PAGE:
Many read academic papers and jump past all the hard work of assessment to the conclusion that whatever is proposed can be done in the near term on widespread level with great benefit. Initial promise is a necessary step but nowhere near a sufficient indicator of eventual success. But mis- readings of studies often lead to such conclusions. Consider what happens at the simplest level. An academic will look at a particular energy resource, or set of resources, and calculate how much power could they could theoretically provide. Comparing this capability to actual needs, it might be stated that this resource could provide X% (all) of an area’s power need. Although the actual “study” did not look at many of the major items of importance, such as timing of the energy relative to load needs, let alone issues around transmission or distribution of the energy, the paper may be quoted and cited as evidence that this substitution can be done. Just because a resource can produce enough megawatt hours of energy to replace another “less desirable” resource, does not mean it can be substituted as part of the power system. But the media and others may include that paper as evidence that renewable can replace conventional technology.
It is understandable that not everything can be studied at the same time. Also, there is always the possibility of raising near infinite objections as to what was not considered. That certainly is a ditch on the other side of the road that we could fall in. But the ditch of concern here is failing to consider the most basic fundamentals around energy provision. Before any large generating resource can be connected to the grid, detailed interconnections studies must be performed to make sure that single resource works adequately with the system. Assuming that the widespread adoption and integration of many new generating resources can easily be accomplished is naïve. One needs to remain skeptical and questioning around proposals for major change until a myriad of basic requirements of the power supply system have been given due consideration.
Many readers here may have noted the numerous times over the years when I’ve discussed grid concerns, and a reader in the comments had directed me to some article in a prestigious journal from a highly credentialed academic. I check out the articles and often they are quite good, but usually the article does not even address the concerns that I have raised. Readers will offer me as a rebuttal, some publication showing at some basic level how wind and solar resources may contribute to the grid.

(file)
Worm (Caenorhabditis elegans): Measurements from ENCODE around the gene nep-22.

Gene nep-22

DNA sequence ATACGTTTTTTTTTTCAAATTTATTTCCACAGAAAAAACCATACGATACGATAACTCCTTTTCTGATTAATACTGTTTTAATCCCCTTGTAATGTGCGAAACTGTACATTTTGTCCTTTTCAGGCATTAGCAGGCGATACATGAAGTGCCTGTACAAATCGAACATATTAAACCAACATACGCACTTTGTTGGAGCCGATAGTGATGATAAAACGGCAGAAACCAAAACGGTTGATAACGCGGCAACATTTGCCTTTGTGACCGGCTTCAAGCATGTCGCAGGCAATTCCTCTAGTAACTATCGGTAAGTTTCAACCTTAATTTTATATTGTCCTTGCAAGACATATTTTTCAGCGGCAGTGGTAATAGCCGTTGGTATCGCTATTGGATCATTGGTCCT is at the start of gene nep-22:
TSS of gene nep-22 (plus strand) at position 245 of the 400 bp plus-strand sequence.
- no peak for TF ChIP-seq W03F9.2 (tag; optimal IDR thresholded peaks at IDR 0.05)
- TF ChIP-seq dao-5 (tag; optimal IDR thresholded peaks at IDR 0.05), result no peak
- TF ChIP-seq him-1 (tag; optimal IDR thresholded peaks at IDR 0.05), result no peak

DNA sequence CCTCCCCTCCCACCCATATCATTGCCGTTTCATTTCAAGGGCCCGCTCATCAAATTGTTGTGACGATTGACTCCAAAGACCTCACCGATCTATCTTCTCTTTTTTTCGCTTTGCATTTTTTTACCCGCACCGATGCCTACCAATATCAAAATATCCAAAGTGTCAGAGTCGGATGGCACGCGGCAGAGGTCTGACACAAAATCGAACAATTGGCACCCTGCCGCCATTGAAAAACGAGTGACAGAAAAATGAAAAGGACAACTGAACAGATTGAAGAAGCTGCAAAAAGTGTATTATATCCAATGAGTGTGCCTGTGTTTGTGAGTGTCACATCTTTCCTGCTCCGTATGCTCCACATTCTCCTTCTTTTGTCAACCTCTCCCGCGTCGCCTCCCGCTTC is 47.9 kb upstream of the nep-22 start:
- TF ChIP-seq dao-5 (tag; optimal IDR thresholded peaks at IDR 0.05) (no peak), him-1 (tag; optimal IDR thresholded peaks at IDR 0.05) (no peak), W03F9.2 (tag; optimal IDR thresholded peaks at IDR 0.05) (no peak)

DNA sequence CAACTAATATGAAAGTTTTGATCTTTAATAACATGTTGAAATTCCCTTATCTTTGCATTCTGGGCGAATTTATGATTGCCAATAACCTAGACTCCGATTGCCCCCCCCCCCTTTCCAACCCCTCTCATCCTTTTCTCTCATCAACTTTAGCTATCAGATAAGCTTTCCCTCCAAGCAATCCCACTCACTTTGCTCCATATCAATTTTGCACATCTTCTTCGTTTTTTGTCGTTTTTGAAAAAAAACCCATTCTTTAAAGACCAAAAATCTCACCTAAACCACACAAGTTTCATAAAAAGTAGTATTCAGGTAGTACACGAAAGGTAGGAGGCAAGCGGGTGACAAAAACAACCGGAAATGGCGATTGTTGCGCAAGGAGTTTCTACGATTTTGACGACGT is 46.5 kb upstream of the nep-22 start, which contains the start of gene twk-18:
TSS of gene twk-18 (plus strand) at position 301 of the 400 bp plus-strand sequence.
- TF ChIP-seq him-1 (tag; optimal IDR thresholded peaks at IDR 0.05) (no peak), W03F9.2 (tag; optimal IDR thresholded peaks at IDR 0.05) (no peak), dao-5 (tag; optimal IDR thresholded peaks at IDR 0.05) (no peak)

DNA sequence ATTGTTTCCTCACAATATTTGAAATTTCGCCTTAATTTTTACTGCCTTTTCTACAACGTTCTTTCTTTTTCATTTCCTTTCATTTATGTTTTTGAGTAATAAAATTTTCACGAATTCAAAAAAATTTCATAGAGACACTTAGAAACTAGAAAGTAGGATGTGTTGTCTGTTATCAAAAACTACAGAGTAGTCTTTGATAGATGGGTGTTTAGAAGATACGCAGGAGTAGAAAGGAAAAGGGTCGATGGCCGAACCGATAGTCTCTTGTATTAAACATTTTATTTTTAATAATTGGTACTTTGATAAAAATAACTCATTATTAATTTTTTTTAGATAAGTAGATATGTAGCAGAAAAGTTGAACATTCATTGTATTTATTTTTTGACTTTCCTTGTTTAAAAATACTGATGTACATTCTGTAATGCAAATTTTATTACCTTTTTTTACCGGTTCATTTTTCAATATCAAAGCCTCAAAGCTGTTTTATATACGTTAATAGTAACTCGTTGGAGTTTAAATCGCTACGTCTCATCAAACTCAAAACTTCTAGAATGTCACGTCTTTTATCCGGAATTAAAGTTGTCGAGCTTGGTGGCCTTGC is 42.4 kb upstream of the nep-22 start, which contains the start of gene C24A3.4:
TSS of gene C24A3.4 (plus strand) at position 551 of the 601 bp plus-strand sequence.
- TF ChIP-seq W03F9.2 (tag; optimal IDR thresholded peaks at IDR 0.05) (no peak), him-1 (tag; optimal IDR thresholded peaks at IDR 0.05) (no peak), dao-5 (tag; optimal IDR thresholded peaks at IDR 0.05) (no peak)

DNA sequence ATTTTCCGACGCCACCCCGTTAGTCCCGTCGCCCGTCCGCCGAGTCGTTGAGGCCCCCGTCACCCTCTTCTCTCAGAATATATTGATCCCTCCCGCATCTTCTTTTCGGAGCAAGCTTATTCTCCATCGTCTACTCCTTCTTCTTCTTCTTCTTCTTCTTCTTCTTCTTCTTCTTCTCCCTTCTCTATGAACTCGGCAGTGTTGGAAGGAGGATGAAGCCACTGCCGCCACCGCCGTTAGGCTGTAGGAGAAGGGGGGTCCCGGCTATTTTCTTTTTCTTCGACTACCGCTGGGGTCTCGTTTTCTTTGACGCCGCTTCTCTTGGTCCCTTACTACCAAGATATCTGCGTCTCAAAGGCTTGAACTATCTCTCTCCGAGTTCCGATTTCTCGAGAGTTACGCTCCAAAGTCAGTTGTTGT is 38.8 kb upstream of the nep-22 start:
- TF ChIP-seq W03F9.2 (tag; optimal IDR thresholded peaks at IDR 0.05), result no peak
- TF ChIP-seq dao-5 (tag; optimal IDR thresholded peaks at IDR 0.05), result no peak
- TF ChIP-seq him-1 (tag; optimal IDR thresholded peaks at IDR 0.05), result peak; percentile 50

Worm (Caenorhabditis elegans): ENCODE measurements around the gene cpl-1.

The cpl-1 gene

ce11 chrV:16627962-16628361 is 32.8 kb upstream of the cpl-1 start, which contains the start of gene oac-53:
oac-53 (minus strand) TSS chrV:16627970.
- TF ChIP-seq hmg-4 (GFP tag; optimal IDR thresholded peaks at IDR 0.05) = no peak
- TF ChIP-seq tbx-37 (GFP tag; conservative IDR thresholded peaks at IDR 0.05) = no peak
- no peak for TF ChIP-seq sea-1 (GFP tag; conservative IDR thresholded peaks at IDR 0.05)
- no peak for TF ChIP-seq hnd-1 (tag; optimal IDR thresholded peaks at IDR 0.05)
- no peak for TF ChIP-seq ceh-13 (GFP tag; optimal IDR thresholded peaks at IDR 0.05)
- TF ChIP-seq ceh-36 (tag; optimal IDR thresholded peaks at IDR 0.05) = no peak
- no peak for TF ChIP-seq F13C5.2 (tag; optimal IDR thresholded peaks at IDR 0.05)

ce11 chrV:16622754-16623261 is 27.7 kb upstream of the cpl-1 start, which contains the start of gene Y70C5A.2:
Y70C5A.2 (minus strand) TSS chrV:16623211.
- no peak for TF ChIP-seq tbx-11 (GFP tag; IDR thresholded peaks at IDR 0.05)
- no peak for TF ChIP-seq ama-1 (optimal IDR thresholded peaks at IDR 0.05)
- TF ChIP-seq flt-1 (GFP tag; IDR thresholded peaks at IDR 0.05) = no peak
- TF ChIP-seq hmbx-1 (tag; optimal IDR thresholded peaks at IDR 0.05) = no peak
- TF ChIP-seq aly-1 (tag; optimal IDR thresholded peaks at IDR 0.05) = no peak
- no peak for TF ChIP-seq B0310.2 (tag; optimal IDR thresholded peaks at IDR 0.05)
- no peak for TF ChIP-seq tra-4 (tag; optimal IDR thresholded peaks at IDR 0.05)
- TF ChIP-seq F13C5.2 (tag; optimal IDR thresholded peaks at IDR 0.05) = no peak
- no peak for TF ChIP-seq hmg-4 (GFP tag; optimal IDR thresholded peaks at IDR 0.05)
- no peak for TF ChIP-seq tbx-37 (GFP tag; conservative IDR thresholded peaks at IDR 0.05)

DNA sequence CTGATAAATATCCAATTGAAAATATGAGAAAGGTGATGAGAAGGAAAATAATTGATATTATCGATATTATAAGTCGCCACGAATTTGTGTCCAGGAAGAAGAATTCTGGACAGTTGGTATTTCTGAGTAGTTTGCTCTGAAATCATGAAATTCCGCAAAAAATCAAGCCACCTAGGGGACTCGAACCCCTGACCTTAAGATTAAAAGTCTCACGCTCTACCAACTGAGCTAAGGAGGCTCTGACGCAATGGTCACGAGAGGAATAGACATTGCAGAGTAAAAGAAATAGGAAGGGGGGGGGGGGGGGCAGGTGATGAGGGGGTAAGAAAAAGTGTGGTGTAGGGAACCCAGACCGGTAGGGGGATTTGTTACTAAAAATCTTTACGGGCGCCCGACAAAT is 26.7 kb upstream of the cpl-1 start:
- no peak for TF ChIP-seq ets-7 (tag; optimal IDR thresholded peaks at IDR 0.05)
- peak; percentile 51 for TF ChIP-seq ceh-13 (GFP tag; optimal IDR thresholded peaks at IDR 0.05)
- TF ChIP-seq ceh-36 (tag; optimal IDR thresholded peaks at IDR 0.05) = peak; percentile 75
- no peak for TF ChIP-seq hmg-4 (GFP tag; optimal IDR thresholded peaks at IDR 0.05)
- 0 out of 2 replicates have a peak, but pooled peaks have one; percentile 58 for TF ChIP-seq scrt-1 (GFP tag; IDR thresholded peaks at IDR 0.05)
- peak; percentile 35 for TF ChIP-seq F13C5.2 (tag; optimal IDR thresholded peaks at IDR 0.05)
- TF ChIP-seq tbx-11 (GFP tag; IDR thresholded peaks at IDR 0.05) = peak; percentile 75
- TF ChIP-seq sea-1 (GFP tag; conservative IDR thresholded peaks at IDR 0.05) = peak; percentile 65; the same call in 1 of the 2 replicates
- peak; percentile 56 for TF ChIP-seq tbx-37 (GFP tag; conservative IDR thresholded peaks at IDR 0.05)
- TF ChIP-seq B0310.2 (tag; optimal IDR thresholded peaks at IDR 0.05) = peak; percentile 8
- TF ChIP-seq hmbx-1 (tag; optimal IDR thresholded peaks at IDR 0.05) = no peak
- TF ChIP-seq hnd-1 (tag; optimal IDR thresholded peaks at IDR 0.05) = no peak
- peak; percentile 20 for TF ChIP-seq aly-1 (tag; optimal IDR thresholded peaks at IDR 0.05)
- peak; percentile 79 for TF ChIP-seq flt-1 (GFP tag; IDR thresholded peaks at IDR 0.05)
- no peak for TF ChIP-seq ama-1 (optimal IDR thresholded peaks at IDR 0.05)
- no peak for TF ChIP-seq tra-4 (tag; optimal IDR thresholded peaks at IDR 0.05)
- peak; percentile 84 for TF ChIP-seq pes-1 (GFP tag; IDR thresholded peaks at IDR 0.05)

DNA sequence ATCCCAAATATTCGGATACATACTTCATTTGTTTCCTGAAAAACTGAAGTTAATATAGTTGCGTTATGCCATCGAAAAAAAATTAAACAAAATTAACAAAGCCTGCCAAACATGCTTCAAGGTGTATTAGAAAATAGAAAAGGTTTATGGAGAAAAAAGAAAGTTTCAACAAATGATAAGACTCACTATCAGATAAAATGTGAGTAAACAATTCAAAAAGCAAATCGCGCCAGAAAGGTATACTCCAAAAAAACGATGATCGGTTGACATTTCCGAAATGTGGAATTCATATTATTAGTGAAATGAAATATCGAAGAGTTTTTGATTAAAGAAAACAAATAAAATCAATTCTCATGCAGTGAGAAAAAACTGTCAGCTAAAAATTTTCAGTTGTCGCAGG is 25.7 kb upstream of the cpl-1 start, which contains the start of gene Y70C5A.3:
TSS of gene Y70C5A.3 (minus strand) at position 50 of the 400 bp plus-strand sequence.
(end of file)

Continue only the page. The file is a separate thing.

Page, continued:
Overwhelmingly the academic articles I read are good. Usually, the authors carefully describe the limitations of their findings and recommendations. Sometimes they hint as to what remains to be worked out. I’m afraid this does not stop individuals, the media, and some policy makers from ignoring the qualifications and limitations inherent in their findings. The situation is worse when they leave it to the reader to ferret out the limitations of their findings. In very rare instances some academics will go beyond what has been demonstrated with exaggerated claims. I don’t know if this is done through ignorance, accident, hubris or for purposes of self-advancement. I am afraid, that unfortunately, overstating findings can lead to greater publicity and personal gain. There is not much to be gained personally from being a cynic; optimism is a better path for self-advancement.
Potential enhancements to the grid are usually sold with great fanfare. Those of you who have had an interest in energy and the grid should think back over the years to all the articles you have read which touted some major breakthrough which was going to be a game changer. Such game changers at best are very slow to arise, if ever, in the energy industry. Thinking back a few decades, power electronics were becoming available in many applications that collectively were going to change the industry. Power electronics involve providing high voltage capability to semiconductor devices, combined with sophisticated computer controls. The technology was proven and in use on high voltage DC lines. Theoretically other applications could solve a lot of problem making the grid smarter, correcting voltages and controlling and directing flows on transmission lines.